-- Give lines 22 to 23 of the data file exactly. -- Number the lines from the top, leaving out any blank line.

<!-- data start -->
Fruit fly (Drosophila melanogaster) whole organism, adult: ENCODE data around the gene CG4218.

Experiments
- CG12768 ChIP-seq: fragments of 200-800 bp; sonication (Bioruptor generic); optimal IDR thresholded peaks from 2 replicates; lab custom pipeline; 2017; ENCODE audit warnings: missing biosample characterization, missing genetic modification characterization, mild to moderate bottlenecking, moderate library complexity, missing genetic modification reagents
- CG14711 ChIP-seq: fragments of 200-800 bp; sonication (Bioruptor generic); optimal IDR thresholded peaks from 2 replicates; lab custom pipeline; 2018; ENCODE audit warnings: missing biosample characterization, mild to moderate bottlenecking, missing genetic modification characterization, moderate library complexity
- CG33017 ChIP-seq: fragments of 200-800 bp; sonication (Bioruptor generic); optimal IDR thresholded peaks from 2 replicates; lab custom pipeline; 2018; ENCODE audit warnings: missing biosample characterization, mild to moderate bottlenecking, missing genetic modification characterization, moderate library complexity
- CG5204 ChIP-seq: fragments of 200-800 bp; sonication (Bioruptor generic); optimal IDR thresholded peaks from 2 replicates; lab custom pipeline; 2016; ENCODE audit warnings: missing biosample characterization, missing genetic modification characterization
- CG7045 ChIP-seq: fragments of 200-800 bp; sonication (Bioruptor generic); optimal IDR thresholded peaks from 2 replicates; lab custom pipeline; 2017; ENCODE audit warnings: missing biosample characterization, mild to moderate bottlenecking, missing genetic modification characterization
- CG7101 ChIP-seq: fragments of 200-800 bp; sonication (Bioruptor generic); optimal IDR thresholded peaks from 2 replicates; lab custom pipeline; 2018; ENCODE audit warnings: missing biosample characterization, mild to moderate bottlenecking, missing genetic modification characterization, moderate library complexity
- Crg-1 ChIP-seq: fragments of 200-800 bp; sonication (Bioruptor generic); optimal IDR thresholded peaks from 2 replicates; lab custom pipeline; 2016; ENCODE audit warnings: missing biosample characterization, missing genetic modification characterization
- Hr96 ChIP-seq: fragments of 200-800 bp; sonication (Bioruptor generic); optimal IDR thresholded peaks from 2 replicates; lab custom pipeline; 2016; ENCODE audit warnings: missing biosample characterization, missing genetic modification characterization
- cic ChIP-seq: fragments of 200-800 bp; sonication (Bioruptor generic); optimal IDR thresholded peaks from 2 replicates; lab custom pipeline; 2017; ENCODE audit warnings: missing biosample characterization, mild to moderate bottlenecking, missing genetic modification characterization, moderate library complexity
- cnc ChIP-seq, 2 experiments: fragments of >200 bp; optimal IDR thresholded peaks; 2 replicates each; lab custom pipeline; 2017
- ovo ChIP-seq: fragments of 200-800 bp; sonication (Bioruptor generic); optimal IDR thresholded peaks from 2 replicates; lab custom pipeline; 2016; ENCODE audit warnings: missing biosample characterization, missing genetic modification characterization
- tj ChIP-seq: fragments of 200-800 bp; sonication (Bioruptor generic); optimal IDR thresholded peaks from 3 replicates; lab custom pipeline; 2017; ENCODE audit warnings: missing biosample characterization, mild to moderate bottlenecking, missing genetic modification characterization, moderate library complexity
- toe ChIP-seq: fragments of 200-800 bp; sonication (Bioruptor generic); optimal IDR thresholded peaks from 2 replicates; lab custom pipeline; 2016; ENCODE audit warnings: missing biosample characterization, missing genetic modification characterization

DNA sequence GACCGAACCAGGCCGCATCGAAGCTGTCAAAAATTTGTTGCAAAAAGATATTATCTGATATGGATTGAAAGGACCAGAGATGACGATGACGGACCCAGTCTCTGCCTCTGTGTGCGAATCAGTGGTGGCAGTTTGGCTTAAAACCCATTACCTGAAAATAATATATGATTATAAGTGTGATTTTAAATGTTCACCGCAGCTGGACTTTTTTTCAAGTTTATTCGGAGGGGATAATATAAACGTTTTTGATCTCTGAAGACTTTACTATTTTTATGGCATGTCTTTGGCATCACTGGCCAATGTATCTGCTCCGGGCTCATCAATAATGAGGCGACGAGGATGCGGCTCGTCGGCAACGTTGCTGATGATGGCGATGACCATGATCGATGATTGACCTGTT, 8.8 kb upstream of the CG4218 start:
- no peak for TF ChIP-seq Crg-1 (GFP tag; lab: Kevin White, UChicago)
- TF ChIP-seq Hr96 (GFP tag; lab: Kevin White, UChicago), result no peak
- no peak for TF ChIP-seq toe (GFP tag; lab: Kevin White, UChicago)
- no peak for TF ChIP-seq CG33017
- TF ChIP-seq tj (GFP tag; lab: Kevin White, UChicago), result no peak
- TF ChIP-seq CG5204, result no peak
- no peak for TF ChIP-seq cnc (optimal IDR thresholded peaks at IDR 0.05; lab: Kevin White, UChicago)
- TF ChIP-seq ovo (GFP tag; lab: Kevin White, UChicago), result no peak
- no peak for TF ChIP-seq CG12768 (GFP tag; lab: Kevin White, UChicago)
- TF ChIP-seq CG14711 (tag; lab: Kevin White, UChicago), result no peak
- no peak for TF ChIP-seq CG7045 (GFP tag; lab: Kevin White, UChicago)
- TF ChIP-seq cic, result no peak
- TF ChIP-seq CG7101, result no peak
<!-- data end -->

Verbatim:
- TF ChIP-seq CG5204, result no peak
- no peak for TF ChIP-seq cnc (optimal IDR thresholded peaks at IDR 0.05; lab: Kevin White, UChicago)